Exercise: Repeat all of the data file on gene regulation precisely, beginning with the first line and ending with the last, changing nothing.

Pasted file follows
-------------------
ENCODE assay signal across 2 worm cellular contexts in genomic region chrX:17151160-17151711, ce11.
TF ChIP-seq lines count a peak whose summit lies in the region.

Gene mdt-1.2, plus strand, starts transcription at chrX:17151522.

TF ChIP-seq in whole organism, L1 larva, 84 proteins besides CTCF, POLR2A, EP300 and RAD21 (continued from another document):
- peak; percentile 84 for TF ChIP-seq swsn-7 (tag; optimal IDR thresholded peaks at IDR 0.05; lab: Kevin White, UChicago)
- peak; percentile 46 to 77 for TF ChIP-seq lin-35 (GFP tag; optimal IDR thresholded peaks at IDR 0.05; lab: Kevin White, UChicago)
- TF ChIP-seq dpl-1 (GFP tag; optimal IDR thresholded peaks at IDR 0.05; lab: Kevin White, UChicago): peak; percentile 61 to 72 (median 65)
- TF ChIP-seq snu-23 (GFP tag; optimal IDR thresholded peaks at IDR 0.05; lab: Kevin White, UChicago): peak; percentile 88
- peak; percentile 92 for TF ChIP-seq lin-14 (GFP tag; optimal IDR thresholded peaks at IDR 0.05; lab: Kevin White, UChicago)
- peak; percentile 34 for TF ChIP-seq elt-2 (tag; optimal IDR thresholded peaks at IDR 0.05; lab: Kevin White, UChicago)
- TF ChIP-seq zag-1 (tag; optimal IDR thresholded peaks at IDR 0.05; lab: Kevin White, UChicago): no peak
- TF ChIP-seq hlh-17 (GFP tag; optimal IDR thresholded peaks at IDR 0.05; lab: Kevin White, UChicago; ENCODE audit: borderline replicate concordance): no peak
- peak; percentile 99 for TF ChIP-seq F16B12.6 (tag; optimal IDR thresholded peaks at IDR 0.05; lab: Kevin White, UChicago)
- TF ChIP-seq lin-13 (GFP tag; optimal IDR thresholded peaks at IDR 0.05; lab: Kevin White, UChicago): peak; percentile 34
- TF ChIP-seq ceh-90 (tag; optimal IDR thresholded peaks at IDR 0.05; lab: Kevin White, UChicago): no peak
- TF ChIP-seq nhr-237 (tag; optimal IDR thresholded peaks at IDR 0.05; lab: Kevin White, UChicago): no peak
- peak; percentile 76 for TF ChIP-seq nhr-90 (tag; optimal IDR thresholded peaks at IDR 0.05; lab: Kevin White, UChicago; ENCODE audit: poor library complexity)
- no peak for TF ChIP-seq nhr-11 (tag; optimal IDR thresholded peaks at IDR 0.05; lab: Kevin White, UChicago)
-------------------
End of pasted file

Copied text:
ENCODE assay signal across 2 worm cellular contexts in genomic region chrX:17151160-17151711, ce11.
TF ChIP-seq lines count a peak whose summit lies in the region.

Gene mdt-1.2, plus strand, starts transcription at chrX:17151522.

TF ChIP-seq in whole organism, L1 larva, 84 proteins besides CTCF, POLR2A, EP300 and RAD21 (continued from another document):
- peak; percentile 84 for TF ChIP-seq swsn-7 (tag; optimal IDR thresholded peaks at IDR 0.05; lab: Kevin White, UChicago)
- peak; percentile 46 to 77 for TF ChIP-seq lin-35 (GFP tag; optimal IDR thresholded peaks at IDR 0.05; lab: Kevin White, UChicago)
- TF ChIP-seq dpl-1 (GFP tag; optimal IDR thresholded peaks at IDR 0.05; lab: Kevin White, UChicago): peak; percentile 61 to 72 (median 65)
- TF ChIP-seq snu-23 (GFP tag; optimal IDR thresholded peaks at IDR 0.05; lab: Kevin White, UChicago): peak; percentile 88
- peak; percentile 92 for TF ChIP-seq lin-14 (GFP tag; optimal IDR thresholded peaks at IDR 0.05; lab: Kevin White, UChicago)
- peak; percentile 34 for TF ChIP-seq elt-2 (tag; optimal IDR thresholded peaks at IDR 0.05; lab: Kevin White, UChicago)
- TF ChIP-seq zag-1 (tag; optimal IDR thresholded peaks at IDR 0.05; lab: Kevin White, UChicago): no peak
- TF ChIP-seq hlh-17 (GFP tag; optimal IDR thresholded peaks at IDR 0.05; lab: Kevin White, UChicago; ENCODE audit: borderline replicate concordance): no peak
- peak; percentile 99 for TF ChIP-seq F16B12.6 (tag; optimal IDR thresholded peaks at IDR 0.05; lab: Kevin White, UChicago)
- TF ChIP-seq lin-13 (GFP tag; optimal IDR thresholded peaks at IDR 0.05; lab: Kevin White, UChicago): peak; percentile 34
- TF ChIP-seq ceh-90 (tag; optimal IDR thresholded peaks at IDR 0.05; lab: Kevin White, UChicago): no peak
- TF ChIP-seq nhr-237 (tag; optimal IDR thresholded peaks at IDR 0.05; lab: Kevin White, UChicago): no peak
- peak; percentile 76 for TF ChIP-seq nhr-90 (tag; optimal IDR thresholded peaks at IDR 0.05; lab: Kevin White, UChicago; ENCODE audit: poor library complexity)
- no peak for TF ChIP-seq nhr-11 (tag; optimal IDR thresholded peaks at IDR 0.05; lab: Kevin White, UChicago)